Coming attractions and quiz answers

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May you see with new eyes in 2010! Next week look for the debut of our photo of the week contest, which will highlight Madison’s unnoticed places. Also next week, we’ll be mounting a subpolar ice expedition (i.e. about 23.5° below the arctic circle), the exact nature of which we can’t reveal in case it goes badly wrong. Check back for photos, audio, and video, possibly of our last moments.

In other news, our end-of-decade quiz has a winner: Robbie Webber, a former Madison alder now serving on the Bike Walk Madison steering committee. Robbie attributes her skillz to a lifelong interest in natural history. She wins a copy of Bob Birmingham’s new book about Madison-area effigy mounds, Spirits of Earth.

QUIZ ANSWERS
Q. In 1855, the Yahara chain of lakes got a new set of names: Kegonsa, Waubesa, Monona, and Mendota replaced First, Second, Third, and Fourth lakes. Where did the names come from?
A. Madison officials named them after consulting faulty vocabulary lists to find attractive Indian names.

Q. Which tree species dominated the Four Lakes area in 1834?
A. Oaks (white, black, and bur).

Q. How many trees older than 1776 still stand in Madison?
A. About 250. In 2001, Bruce Allison re-surveyed Walter Scott’s original 1976 survey. Though many  trees on the updated list are gone or missing, Madison still has many old specimens.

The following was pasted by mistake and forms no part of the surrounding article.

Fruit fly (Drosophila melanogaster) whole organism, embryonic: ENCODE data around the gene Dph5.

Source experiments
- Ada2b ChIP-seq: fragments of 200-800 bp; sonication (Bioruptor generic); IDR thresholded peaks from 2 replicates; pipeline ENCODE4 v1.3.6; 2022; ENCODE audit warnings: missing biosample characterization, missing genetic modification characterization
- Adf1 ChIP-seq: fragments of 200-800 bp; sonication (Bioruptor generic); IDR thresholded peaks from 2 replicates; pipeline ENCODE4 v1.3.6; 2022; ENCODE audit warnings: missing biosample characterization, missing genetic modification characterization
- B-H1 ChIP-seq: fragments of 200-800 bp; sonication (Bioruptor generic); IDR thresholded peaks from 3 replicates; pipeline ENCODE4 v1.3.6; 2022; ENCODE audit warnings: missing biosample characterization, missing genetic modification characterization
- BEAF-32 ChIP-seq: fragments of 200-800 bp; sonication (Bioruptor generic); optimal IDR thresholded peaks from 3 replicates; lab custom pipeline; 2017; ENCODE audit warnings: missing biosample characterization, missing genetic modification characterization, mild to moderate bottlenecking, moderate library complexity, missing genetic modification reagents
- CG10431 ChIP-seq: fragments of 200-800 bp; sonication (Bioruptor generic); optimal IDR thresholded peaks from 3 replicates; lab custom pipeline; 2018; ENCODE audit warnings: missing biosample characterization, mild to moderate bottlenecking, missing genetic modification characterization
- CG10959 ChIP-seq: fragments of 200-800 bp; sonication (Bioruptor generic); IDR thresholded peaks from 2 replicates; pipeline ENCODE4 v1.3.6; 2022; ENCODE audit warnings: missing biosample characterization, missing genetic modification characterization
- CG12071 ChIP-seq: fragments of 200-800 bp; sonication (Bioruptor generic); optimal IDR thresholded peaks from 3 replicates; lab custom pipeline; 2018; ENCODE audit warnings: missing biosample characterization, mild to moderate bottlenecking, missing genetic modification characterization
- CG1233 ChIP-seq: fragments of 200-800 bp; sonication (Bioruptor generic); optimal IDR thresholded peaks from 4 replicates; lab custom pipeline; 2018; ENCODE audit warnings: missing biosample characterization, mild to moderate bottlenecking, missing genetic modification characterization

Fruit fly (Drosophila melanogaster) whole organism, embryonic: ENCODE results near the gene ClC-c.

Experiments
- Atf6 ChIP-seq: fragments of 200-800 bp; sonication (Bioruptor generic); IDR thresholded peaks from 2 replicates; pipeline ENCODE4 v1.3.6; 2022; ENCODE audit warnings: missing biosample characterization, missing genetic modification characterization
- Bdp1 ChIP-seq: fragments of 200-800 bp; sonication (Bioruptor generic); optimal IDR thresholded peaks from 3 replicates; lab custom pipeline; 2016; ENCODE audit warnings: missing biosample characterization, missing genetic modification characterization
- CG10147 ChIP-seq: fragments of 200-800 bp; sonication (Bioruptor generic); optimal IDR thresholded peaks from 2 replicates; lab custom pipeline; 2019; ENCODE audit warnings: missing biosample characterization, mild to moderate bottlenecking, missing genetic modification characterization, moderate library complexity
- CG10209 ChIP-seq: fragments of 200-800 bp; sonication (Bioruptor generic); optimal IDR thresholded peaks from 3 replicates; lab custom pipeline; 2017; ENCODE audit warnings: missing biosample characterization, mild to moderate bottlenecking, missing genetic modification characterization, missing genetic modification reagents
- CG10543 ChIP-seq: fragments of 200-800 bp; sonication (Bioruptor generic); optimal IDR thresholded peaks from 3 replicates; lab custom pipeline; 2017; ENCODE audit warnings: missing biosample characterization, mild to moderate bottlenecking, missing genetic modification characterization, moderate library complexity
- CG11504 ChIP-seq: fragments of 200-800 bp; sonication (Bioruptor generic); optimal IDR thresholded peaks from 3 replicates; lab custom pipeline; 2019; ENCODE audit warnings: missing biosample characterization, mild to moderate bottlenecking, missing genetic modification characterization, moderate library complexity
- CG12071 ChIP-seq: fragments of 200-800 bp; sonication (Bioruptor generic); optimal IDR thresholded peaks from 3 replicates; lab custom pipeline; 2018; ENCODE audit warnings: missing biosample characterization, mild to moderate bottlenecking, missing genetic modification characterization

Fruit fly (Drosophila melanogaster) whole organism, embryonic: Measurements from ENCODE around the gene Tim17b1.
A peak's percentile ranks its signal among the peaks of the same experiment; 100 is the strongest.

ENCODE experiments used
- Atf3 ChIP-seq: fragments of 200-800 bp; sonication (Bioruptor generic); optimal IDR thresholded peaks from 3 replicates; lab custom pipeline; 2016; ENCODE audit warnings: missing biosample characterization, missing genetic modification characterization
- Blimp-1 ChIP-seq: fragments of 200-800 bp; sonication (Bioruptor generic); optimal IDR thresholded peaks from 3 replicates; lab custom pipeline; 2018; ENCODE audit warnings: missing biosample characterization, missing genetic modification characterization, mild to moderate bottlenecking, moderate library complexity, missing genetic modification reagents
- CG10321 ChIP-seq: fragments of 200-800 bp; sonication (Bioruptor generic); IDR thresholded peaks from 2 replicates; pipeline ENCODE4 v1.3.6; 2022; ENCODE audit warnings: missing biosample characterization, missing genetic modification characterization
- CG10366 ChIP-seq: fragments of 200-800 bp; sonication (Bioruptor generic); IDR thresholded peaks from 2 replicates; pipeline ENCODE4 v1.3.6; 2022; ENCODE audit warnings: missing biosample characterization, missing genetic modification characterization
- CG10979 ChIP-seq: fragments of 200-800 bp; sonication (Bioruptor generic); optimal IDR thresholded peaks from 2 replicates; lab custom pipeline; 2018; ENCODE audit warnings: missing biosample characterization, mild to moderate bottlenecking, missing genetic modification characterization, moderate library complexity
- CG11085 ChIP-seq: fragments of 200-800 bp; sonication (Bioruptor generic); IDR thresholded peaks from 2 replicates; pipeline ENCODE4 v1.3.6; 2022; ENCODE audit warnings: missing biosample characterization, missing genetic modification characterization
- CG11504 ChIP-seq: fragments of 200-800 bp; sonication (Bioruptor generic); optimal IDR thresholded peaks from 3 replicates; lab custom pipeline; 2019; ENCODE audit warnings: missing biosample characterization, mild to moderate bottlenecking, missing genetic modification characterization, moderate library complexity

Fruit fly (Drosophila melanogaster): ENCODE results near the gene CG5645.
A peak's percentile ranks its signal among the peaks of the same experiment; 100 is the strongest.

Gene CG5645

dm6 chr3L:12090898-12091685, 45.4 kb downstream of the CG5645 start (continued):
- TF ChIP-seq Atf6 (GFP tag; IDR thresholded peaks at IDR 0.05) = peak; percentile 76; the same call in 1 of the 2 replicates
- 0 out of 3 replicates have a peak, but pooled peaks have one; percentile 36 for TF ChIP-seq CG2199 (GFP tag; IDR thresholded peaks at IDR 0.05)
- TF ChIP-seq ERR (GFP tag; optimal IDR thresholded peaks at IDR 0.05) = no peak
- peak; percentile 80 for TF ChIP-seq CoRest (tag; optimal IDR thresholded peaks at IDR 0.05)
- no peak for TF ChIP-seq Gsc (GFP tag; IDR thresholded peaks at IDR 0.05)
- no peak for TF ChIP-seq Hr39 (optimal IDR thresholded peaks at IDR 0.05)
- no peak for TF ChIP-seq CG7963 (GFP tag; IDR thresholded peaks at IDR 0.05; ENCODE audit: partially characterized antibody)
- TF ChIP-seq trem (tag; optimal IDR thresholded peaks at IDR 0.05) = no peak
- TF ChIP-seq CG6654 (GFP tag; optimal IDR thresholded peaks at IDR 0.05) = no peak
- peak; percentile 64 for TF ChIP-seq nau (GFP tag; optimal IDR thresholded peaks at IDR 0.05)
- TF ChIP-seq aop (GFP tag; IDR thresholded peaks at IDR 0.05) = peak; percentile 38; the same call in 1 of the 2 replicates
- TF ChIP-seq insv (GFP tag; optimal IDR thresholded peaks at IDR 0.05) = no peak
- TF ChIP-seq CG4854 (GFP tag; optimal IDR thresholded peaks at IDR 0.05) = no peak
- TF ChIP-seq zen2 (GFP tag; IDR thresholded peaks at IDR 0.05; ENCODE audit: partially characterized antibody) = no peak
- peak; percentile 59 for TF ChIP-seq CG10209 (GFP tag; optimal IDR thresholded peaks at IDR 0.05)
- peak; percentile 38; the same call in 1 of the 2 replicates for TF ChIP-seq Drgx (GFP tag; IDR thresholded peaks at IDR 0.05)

Q. How did the maple forest east of Lake Mendota (which gave Maple Bluff its name) survive in a savanna landscape that Native people burned regularly?
A. Most prairie fires swept into the Four Lakes area from the west. Lake Mendota and the Yahara River stopped the advance of fires, allowing unresistant trees like maples to grow.

Q. What landscape feature on the east side of the isthmus caused Madison’s factory area to develop there?
A. You could write a book to answer this question, and thankfully someone has. Businesses and railroad lines built up around a mill on the Yahara River, but a large part of the east side lay under the Great Central Marsh. See the tidy but empty grid of tree-lined streets bisected by East Washington Avenue? That 1867 panorama didn’t match reality. The marsh covered the area between East Washington and Williamson. Used for a dump, it polluted residential wells, burned in the dry season, and often stank. Once the marsh was filled, factories used the newly available space.

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